So nthing the softpaws suggestion - also, I think you should get a spray bottle of water and spray him whenever he does it. And if you can keep it consistent, give him a treat every time he plays nicely. Positive reinforcement works!
posted by HypotheticalWoman at 4:04 PM on June 20, 2016 [2 favorites]


Kittens, I am told, learn how to be gentle by playing with other kittens until they cross the line and their playmate squeaks, loud and shrill. That's the signal for "ouch, stop".

I don't know if the fact that these guys are mostly grown will affect the effictiveness of this approach, but I have seen it work very well with kittens and humans.

Kitten bites hand too hard, human makes a sound like "YEEEEEEP!", often kitten will instantly disengage.

You can try playing with the kitties, gently, to kind of tempt them a little, while you have this response ready. It might help communicate that you guys are not indestructible.

If you try this (and what have you got to lose), please let me know how well it works. People ask this occasionally and I always recommend this approach; I know it works with young kittens, but I'm very interested in how well it will work with one-year-olds.
posted by amtho at 4:09 PM on June 20, 2016 [3 favorites]


I wasn't clear about this: the "YEEEEEEP" sound should be as high-pitched as you can make it, like a kitten would make (although you probably can't get as high as kitten, since they're tiny and have very high voices).
posted by amtho at 4:19 PM on June 20, 2016


I've had good luck getting my kitten to not do this by immediately putting her down, walking away, and ending the interaction as soon as it happens. I've never deliberately don't a high pitched YEEEEP!, but I have definitely made whatever noises felt appropriate at the time. She's become much more soft-paw after a month or so of this.

My partner doesn't do this and instead endures the scratch, and she still scratches him a lot.
posted by Sara C. at 4:22 PM on June 20, 2016 [1 favorite]


Please keep the answers coming!

The soft claws tips are winging their way to my house as we speak! If we can't get them on ourselves, I'll see if I can find a groomer to do it. With respect to other suggestions/questions:
- in general, my kids aren't playing/roughhousing when the cat scratches (that I'd understand!). They are usually just calmly petting, and cat is calmly being petted, then pow!
- the kids won't let me squirt him with water, because they have watched cat whisperer YouTube videos about how you should only use positive training methods
- they do, however, immediately put the cat down/dump the cat off their lap and make high pitched sounds, because OUCH
- the cats haven't fought nearly as much as they used to since getting neutered, and are fairly evenly matched, so I'm not too worried about that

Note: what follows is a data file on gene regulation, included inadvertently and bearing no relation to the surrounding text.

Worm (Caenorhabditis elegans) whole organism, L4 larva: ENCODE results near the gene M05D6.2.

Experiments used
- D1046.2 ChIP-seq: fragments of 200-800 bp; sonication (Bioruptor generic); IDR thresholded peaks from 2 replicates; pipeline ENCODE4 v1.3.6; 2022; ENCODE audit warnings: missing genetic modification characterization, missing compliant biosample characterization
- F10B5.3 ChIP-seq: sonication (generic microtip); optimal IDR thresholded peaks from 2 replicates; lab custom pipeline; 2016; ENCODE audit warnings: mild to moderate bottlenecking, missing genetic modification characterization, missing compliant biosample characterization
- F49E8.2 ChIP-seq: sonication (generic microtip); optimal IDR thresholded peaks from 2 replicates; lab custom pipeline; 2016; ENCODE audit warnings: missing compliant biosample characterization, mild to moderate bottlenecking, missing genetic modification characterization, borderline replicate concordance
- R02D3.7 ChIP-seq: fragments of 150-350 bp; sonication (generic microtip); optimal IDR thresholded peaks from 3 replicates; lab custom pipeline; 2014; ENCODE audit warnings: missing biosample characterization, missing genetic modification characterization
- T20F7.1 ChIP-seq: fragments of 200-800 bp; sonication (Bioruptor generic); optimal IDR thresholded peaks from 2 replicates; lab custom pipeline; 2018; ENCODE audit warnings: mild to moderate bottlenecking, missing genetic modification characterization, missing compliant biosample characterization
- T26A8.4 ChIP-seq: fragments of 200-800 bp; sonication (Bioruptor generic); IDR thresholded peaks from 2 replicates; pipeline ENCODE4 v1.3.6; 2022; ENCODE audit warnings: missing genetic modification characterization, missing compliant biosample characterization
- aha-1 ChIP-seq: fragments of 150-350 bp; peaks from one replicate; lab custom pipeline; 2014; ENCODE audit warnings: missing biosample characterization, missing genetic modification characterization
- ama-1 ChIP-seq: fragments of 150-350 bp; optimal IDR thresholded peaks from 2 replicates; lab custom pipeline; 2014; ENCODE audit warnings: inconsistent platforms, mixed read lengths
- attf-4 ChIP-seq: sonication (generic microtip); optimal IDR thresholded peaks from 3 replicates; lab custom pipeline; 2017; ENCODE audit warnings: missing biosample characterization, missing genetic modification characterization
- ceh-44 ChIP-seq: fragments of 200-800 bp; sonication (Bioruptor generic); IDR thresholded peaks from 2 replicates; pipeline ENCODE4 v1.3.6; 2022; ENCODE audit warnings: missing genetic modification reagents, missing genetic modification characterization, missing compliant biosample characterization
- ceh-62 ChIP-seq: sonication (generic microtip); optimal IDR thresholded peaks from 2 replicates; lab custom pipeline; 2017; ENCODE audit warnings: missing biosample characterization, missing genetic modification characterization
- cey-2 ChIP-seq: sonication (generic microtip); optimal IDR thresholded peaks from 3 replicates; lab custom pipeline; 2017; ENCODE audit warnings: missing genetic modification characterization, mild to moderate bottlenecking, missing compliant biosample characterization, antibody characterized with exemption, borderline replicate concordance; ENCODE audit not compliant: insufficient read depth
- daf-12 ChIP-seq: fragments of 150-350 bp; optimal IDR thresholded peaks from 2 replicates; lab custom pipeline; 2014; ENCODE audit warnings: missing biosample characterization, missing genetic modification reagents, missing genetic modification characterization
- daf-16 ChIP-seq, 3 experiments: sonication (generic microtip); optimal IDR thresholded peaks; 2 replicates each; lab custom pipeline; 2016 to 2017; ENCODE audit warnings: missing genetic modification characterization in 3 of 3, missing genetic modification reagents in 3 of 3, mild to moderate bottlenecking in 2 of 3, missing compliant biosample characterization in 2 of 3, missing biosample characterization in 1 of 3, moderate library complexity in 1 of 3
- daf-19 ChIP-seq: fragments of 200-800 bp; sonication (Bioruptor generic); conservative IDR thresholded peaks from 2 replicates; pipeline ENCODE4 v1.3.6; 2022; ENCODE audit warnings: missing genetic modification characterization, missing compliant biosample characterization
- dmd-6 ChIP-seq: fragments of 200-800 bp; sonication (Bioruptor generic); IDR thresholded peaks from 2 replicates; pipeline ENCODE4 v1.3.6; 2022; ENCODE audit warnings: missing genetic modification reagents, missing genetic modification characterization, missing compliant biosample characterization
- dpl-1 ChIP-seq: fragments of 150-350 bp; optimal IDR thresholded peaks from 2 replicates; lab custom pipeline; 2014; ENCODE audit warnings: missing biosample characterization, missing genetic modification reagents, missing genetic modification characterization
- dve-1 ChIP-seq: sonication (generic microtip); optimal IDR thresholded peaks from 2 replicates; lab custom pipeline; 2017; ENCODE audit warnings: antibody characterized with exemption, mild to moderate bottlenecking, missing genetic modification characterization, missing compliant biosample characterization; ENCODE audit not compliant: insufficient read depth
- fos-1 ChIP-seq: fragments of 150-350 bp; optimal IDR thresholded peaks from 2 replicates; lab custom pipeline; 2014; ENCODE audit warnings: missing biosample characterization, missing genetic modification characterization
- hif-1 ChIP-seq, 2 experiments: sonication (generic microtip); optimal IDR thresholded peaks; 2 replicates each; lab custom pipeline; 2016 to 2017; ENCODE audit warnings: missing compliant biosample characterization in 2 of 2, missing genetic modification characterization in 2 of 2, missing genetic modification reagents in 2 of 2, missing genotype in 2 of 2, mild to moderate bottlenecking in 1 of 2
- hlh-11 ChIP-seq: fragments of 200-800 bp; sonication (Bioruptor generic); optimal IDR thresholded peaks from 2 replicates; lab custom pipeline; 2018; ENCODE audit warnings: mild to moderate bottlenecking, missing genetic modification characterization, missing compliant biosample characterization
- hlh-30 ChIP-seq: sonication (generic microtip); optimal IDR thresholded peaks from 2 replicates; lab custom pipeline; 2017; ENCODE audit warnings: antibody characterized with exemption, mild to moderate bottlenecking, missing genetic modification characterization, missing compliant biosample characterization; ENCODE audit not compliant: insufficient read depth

- I wonder if maybe they aren't getting enough playtime? But he's not being playful before biting, just sitting calmly (with a possible tail twitch).
posted by instamatic at 4:43 PM on June 20, 2016 [2 favorites]


two people should be able to get the soft paws on no problem. be speedy with putting them on once the glue has been put in the claw cap tho, otherwise it doesn't adhere as well.

if two of you can't get it done reasonably, check to see if your vet will do it. for $25 mine will clip and cap my kitteh's sharp and pointies.
posted by misanthropicsarah at 4:47 PM on June 20, 2016


I can't figure out how to train my kids other than forbid them to interact with the cat (which isn't really feasible-- I have two kids, and one cat was given to each of them, and I can't give one kid's cat away).

Does the non-scratching cat show any preference for either child? Honestly, it's probably not a good idea to try to assign 'mine vs yours' status to a pet, especially a cat - cats should always be 'ours' in a multi-person household, since you have no real control over who the cat is going to favor. I suppose that ship has sailed, but, maybe you can use this to teach them about how different animals have different needs?

- in general, my kids aren't playing/roughhousing when the cat scratches (that I'd understand!). They are usually just calmly petting, and cat is calmly being petted, then pow

What part of the body are they petting? If you're absolutely sure it's not a pain issue (or something that some kitty prozac would help with), then it may just be overstimulation. They should avoid full-body petting, only pet the cat's head, and only if the cat comes to them wanting to be petted.

My current cat can get overstimulated very easily, and she's the quietest cat I've ever had. Like, most every night when I go to bed, she'll jump up and sit on my chest and purr and want to be petted. And then after a certain amount of time, she'll be done with snuggle time, but seems to have no idea how to just exit the situation gracefully, so she would just lie there getting more and more tense and then end up lashing out. But I'm so used to her now, I know her warning signs, how the purring starts to taper off and, and how she starts to get dangerously still, and so when that silence starts I just slowly move my hands out of the danger zone and start to roll over to my side, and it's like the movement breaks her out of a hypnotic state, and she suddenly realizes she can go away.